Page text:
Maybe, when I've got time, I'll slowly review all the Iris Murdoch novels I've ever read; a daunting task (not as daunting as writing them must have been, though.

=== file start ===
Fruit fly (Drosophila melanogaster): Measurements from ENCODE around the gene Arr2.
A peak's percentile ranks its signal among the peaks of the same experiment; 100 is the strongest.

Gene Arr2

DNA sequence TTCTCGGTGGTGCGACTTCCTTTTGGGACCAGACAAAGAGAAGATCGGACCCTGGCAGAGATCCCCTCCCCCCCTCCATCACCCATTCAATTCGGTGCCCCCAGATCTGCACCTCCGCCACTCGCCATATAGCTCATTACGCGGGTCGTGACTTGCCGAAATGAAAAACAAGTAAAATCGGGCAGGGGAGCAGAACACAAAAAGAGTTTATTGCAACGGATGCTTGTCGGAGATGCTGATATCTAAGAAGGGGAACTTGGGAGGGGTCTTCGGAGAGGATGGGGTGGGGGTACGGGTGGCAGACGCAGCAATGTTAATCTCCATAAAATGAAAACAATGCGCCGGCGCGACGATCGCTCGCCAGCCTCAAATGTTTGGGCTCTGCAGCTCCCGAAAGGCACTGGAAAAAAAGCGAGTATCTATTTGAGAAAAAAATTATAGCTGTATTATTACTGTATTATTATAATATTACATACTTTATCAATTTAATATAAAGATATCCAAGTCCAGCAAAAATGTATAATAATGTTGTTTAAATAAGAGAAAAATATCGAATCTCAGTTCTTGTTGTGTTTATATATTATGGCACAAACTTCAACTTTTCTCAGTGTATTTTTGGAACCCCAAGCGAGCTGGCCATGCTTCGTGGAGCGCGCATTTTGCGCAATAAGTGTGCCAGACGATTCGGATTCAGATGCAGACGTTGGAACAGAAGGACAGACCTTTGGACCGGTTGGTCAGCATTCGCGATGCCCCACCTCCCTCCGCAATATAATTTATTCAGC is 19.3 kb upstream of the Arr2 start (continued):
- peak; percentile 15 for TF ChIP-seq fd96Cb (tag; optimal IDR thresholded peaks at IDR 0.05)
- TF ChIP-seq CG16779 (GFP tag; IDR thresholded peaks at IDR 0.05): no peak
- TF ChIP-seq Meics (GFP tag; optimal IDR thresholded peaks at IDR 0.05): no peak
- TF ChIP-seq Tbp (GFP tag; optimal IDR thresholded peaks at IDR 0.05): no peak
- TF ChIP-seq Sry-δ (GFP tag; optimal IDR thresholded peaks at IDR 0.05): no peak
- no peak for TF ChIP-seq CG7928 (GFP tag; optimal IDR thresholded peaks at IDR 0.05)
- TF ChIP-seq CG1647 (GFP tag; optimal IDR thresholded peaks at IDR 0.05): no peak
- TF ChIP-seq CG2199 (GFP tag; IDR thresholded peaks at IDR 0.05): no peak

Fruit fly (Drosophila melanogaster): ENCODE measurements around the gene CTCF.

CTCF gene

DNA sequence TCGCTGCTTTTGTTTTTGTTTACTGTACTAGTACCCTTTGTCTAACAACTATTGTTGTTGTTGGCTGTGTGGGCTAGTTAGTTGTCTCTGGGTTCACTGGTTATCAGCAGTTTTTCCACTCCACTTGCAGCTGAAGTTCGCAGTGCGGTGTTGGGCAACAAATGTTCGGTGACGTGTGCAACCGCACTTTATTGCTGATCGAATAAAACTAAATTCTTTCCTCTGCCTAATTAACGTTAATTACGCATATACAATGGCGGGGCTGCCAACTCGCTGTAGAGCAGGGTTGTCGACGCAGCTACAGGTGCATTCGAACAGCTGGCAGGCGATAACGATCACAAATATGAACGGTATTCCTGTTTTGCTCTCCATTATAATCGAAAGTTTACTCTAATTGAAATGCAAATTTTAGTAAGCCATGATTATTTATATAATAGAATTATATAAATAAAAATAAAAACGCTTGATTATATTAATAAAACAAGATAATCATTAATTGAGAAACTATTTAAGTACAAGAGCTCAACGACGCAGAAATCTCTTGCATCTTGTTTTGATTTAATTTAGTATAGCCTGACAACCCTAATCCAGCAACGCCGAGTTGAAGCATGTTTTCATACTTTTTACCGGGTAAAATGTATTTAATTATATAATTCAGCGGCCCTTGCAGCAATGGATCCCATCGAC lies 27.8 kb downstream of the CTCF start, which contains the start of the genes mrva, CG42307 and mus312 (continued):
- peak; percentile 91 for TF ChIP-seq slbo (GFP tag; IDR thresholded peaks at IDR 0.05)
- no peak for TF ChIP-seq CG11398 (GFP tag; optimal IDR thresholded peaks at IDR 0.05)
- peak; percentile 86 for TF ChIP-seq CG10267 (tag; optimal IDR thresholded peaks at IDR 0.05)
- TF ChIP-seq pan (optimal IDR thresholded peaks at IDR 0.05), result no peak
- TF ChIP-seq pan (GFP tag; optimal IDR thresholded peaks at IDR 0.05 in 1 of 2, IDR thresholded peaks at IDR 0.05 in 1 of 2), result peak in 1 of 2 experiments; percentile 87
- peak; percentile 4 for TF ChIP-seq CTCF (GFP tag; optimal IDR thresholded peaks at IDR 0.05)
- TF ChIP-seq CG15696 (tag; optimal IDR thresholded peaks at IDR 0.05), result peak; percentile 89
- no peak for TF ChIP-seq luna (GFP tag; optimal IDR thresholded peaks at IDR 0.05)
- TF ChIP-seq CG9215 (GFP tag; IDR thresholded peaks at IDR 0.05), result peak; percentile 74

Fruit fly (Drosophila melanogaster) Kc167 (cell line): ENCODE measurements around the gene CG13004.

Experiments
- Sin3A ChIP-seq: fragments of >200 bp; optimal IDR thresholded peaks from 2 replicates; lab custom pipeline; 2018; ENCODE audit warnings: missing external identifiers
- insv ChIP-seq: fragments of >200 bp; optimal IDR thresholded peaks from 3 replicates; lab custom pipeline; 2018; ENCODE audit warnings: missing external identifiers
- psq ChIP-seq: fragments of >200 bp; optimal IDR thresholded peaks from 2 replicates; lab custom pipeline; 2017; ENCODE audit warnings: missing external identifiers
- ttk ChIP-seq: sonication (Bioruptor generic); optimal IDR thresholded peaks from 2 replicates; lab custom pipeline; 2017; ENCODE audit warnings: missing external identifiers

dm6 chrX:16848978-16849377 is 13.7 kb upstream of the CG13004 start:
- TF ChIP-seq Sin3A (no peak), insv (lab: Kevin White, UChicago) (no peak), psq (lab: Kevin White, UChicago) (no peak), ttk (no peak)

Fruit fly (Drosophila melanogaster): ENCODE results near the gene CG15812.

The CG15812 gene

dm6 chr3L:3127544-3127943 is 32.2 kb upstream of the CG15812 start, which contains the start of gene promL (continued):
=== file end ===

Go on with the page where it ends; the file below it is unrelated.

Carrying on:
A FAIRLY HONOURABLE DEFEAT I read every Murcoch as it appeared in the bookshops and read this one when I was about 30; I re-read it recently to see if it had changed in my eyes and mind. Actually, I was surprised at how much I 'missed' the first time round and knowing the end (which I won't spoil for you) didn't matter at all, especially as I could not remember it perfectly. I knew what the tragedy was, but could not recall who befell it! I understood more of her philosophical insertions, and clearly saw how she was 'puppet master'. Murdoch was always my first love as an author and did not lose her currency as the count of books went up and up. If you've never read one of her books, choose from the early to middle period, as the later period is heavy and deteriorates, understandably towards the very end of her life (UK 1970)